We visited Lithuania where we investigated their education system, level of inclusion, feminism, identity and politics. This was all through seminars at the Vytautas Magnus University.
Whilst on my undergraduate degree, one of the modules was based heavily around international childhood. This provided me with an opportunity to look at childhood outside of the typical UK setting. From here, I was surprised to see that Edge Hill offered the postgraduate degree MA Social Sciences (International Childhood) which focused primarily on this area and so I applied for the postgraduate degree.
The application process was really easy. Looking at the course in greater detail and the perks of what already being an Edge Hill student had to offer, I choose Edge Hill to do my postgraduate degree but decided to live in Liverpool and commute in which was a great experience as Liverpool is a city that has loads to offer. In terms of the application process and interviews, both went smoothly, and I heard back within a short amount of time.
The course is comprised of seven modules, one being your dissertation and another being an international field trip. The five key modules cover a range of topics, including: migration, children’s rights, anthropology, politics, culture, children’s health, methodologies and social theory.
For my dissertation I have chosen to focus on the masculine and heterosexual norms that can be found within sex education. I’ll be particularly exploring how we can learn from Sweden’s model of education to better adapt our understanding.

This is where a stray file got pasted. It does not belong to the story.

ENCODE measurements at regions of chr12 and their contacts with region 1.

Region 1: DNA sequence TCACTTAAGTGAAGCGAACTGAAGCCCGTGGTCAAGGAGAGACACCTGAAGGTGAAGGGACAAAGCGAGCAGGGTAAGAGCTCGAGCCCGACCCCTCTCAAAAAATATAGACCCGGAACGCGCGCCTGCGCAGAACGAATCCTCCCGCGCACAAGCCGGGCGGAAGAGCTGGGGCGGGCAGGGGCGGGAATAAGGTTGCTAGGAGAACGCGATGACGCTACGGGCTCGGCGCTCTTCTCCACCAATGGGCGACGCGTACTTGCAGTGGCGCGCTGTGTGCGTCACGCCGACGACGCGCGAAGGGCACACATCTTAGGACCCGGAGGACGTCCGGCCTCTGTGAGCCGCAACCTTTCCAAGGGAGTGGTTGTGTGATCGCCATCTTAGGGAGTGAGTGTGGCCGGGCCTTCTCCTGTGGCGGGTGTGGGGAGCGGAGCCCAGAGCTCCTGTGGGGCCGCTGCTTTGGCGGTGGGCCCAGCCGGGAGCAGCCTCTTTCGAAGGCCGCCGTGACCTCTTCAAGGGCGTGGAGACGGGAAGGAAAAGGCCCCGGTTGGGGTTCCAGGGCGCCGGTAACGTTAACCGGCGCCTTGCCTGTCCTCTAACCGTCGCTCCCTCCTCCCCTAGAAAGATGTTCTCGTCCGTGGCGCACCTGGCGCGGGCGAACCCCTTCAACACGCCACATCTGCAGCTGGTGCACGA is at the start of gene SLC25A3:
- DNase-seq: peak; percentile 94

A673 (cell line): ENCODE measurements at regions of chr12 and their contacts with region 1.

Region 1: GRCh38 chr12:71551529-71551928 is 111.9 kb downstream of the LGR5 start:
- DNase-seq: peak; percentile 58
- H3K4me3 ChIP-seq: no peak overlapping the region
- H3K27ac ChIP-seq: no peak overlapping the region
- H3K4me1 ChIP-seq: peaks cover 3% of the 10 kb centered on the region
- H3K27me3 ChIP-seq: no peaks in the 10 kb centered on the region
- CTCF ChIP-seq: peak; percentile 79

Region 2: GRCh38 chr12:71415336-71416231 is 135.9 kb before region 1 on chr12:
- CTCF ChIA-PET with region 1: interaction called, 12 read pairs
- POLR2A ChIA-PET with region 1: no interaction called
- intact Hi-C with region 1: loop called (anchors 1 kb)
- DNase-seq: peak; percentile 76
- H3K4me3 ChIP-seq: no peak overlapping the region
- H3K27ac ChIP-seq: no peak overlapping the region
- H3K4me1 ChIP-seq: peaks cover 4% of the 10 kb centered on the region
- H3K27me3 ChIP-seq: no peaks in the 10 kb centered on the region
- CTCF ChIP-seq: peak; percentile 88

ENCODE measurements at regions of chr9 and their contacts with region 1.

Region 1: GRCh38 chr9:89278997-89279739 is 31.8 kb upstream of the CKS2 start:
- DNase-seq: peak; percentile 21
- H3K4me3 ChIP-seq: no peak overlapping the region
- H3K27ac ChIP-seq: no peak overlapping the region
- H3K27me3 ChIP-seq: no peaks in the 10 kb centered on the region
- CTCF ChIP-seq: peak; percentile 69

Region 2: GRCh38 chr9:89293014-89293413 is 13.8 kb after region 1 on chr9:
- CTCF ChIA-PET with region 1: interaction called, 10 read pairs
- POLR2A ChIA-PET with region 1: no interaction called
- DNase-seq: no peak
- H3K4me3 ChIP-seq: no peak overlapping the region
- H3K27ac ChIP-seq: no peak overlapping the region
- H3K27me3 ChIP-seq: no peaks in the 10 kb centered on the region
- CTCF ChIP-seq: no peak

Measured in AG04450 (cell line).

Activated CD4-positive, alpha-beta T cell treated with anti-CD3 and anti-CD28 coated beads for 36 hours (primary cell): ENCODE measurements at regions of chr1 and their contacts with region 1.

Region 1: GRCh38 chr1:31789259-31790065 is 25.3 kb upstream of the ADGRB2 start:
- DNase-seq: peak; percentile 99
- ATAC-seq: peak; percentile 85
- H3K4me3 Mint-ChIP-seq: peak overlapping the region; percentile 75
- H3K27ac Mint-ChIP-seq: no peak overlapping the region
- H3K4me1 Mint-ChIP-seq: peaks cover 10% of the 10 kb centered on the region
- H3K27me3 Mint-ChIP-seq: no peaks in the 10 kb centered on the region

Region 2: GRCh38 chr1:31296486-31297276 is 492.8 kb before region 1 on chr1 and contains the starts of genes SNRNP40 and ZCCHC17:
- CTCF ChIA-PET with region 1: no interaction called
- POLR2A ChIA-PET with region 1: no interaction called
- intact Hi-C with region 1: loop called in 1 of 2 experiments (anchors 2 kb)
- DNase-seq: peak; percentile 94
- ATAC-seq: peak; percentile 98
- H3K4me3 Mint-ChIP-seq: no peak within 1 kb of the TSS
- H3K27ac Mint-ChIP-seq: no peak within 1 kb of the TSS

In terms of the field trip, we visited Lithuania where we investigated their education system, level of inclusion, feminism, identity and politics. This was all through seminars at the Vytautas Magnus University. Outside of the seminars we were able to explore the city of Kaunas and visit the capital city of Vilnius, both of which offered a broad range of opportunities to immerse ourselves into the local culture.
Although you may not be on the University campus as much as you would be carrying out an undergraduate degree, the workload is equally if not of greater scale. It requires a greater level of communication between you and the lecturers, it also requires a greater level of autonomy and independence. The size of the group is much smaller as well.
For my undergraduate degree I had at least 30 people on my course and for the postgraduate degree there were 6 of us. This was something I really enjoyed as we all became great friends and felt a greater sense of confidence when discussing and debating topics.
If possible, try and get involved with the University through your interests or a part-time job if you have the opportunity. This ensures that you still feel a sense of belonging within the University community, and still have connections to a broader range of people outside of your course.
I am now currently carrying out my PGCE in Primary Education, so I would like to be a primary school teacher. However, at the moment I do feel I want to take on a less permanent role before dedicating myself into a career.
Working at the University, I have found an interest working within higher education, and with carrying out my master’s degree my opportunities are much greater now. I feel with my undergraduate, postgraduate and soon to come PGCE, I could be equipped to work within education at an international level, or work with children in various international situations.